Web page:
The finale of ‘How to Eat Like a Child and Other Lessons in Not Being a Grown-Up,’ with Director Tracy Allen and the entire cast.
By Audrey Anderson
Hometown Weekly Correspondent
On March 29, 30, and 31, the Blake Middle School Theater presented the musical “How to Eat Like a Child and Other Lessons in Not Being a Grown-Up” by Delia Ephron, John Forster, Judith Kahan. The production was colorful, energetic, fun, and larger-than-life, with excellent performances all around.
The set immediately transported the audience into the make-believe world of the kids in the play. It was painted broadly and in primary colors. Objects such as telephones, donuts, vegetables, violins, and microphones were colossal, so they would appear as they do to children.
Every child wore a basic layer of black clothes. On top of that layer, each child had a unique layer of colorful clothing, such as a jacket, skirt, leggings, hair ribbons and other embellishments. Between the sets and the costumes, the stage appeared like a kaleidoscope or whirl of moving color.
How do kids make sense of the larger world around them?
Well, they have some lessons for you. The play is divided into 24 lessons on how children navigate the world. Each lesson is a short skit that shows a situation and how a child responds to it. Among the lesson topics are “How to Ride in a Car,” “How to Beg for a Dog,” How to Understand Your Parents,” and “How to Act After Being Sent to Your Room.”
Everyone in the audience has been through the same situations while growing up, so they could relate to the scenes the children presented. The audience may have forgotten some of the intricacies involved, but the lessons brought them right back to mind. Do you remember when your brother annoyed you by repeating everything you said, right after you said it? Or when it seemed that whatever answer your parent gave you, it really meant “No”? Or bragging contests with your schoolmates at recess?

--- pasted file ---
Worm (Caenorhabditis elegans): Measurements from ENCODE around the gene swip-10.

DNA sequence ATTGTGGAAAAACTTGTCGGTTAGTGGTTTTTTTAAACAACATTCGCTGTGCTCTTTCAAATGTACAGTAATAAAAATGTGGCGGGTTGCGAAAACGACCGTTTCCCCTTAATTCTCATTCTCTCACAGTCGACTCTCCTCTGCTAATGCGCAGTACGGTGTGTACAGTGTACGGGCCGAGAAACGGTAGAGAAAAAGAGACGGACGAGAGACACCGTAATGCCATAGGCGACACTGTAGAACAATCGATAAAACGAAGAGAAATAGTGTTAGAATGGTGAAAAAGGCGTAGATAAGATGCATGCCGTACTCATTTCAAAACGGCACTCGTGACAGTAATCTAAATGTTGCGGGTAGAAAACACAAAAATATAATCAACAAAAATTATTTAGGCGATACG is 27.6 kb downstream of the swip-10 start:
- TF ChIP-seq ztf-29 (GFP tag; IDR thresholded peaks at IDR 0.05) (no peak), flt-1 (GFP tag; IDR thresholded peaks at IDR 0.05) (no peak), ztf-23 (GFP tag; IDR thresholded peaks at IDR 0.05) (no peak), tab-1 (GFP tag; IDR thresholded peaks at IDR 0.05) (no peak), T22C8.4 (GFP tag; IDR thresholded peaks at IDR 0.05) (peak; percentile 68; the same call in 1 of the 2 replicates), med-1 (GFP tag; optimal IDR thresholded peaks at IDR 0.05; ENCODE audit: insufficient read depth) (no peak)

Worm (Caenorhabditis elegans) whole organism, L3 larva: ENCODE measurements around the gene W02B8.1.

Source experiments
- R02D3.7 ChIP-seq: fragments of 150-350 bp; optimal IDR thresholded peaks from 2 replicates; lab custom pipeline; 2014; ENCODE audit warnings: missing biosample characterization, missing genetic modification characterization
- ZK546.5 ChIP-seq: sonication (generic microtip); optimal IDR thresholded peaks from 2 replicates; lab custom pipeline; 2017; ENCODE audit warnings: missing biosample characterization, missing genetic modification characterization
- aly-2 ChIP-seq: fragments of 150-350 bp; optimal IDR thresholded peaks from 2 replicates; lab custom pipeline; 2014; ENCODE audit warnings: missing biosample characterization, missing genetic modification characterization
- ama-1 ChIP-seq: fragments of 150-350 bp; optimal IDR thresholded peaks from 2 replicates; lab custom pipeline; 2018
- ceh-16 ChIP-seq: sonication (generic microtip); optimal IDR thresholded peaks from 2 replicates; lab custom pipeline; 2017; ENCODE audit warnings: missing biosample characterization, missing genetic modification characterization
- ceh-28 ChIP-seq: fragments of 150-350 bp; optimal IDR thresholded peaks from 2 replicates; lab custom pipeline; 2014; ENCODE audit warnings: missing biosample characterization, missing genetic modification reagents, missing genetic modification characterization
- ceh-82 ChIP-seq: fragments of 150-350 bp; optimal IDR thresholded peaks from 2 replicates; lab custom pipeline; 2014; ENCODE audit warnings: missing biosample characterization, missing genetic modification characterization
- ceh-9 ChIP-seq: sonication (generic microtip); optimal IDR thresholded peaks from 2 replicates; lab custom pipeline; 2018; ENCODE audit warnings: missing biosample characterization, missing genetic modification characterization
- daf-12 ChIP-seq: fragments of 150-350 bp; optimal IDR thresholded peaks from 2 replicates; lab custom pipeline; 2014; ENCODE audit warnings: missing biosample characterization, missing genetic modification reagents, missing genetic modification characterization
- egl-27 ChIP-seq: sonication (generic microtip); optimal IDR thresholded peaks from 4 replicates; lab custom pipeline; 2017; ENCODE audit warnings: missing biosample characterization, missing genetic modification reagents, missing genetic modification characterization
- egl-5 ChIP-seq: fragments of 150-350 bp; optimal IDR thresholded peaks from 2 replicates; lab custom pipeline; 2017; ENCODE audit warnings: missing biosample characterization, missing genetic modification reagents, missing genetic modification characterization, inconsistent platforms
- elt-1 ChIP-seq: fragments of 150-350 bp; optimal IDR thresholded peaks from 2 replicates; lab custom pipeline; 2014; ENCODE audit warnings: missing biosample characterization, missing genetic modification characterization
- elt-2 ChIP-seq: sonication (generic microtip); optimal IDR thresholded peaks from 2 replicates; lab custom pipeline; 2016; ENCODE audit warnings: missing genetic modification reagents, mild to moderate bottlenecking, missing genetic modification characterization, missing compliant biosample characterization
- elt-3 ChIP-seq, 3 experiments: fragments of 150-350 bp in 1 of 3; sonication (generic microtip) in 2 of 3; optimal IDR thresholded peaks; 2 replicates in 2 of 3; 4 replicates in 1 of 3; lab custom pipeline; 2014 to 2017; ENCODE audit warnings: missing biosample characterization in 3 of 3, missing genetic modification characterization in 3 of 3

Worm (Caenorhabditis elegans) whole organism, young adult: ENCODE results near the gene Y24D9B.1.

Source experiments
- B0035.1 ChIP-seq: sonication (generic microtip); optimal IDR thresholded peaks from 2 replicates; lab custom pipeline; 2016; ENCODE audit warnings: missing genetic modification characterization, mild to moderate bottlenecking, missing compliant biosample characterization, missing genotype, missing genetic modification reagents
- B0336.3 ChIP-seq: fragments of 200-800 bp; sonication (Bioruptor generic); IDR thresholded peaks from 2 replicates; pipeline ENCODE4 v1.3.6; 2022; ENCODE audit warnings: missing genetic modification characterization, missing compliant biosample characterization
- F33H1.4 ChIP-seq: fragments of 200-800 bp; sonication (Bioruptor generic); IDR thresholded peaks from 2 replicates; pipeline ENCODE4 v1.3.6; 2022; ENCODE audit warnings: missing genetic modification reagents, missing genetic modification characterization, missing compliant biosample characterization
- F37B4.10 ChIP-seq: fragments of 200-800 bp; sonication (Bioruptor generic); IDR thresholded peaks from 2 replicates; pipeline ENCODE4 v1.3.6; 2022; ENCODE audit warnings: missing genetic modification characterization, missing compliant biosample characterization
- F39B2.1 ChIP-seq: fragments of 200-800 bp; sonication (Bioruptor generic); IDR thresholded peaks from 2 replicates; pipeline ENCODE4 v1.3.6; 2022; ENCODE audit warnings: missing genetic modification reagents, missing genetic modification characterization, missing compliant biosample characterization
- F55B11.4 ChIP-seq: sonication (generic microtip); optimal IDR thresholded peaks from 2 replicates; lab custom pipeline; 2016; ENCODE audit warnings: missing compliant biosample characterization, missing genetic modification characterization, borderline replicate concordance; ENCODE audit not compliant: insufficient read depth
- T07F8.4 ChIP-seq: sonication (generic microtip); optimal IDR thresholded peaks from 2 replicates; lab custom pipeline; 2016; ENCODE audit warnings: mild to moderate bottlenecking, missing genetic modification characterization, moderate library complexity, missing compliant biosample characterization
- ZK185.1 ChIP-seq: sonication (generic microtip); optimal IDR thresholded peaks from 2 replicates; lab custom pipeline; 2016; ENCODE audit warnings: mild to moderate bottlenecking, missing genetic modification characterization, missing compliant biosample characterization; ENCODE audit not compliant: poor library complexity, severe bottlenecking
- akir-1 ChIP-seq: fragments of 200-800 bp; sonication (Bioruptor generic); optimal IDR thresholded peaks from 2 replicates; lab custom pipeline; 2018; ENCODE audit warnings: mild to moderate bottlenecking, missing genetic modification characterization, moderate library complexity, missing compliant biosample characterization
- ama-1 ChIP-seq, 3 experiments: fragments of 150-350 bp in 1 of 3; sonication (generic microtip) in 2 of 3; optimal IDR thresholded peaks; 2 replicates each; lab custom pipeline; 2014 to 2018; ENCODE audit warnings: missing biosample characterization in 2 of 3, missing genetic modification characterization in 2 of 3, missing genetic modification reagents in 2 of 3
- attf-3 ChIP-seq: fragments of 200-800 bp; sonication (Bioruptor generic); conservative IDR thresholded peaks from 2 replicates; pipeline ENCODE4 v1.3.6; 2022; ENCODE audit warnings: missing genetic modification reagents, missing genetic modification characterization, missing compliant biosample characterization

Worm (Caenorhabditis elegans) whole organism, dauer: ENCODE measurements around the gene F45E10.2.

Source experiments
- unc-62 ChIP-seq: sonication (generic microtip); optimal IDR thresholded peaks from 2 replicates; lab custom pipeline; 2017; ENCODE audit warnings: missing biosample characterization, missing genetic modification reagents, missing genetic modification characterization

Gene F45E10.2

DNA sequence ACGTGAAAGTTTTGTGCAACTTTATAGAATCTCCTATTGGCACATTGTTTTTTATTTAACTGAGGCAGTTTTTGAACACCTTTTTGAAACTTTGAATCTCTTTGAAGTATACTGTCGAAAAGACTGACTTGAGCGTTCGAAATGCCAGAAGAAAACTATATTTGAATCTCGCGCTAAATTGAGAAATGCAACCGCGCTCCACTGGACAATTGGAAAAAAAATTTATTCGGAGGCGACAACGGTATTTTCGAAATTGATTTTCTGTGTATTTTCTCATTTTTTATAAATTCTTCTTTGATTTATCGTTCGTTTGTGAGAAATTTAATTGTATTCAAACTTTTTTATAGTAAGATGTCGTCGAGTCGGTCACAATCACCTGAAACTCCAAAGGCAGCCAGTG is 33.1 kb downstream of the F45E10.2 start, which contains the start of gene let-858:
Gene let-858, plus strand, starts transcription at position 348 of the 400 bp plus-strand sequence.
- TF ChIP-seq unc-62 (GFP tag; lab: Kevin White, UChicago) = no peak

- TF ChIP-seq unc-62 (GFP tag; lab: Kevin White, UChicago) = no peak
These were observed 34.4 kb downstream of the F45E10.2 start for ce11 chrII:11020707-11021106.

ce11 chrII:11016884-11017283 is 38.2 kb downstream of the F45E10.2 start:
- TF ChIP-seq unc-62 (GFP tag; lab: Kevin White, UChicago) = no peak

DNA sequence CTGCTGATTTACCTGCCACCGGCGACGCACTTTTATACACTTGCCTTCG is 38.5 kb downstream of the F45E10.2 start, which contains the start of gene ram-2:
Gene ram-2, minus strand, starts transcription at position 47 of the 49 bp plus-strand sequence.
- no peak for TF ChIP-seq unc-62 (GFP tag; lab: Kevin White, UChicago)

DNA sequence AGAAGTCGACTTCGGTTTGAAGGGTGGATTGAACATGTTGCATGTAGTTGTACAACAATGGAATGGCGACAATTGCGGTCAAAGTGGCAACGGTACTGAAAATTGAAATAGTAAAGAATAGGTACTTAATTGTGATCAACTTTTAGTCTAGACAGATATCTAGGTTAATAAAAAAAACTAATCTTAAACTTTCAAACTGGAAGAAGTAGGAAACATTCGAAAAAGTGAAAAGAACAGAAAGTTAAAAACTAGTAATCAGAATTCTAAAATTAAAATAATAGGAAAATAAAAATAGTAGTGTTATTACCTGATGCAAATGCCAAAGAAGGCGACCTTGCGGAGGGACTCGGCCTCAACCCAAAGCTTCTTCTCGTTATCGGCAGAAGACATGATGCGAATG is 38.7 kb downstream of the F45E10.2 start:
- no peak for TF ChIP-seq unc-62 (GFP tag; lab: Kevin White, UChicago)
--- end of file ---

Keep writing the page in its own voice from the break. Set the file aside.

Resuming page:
Each of the lessons began with two girls dancing sweetly onto the stage and presenting the lesson title, which was written on a flip chart. The actors then entered the stage to dramatize the lesson.
The actors spoke clearly and embellished their lessons skillfully with effective gestures, made broadly enough to convey their meaning to the audience. They convincingly communicated the boredom, questioning, frustration, conniving, and playfulness of being a child with facial expressions, tone of voice, and movement. They danced, sang, and played with the energy and excitement of little children, even though they are now so much older. They were also skilled in timing, relating humorous situations so the audience could laugh along with them.
The set crew ably made quick and unobtrusive scene changes and had the props ready for the actors. The tech crew had command of their jobs, so that lights and sounds were presented seamlessly.
Upon seeing the middle school actors and crews present this lively and fun play so well, the audience could just imagine how successful they will be in high school theater and beyond, as they already have developed such a solid foundation in the fundamentals of stagecraft.
Congratulation to the Blake Middle School Theater for a job well done!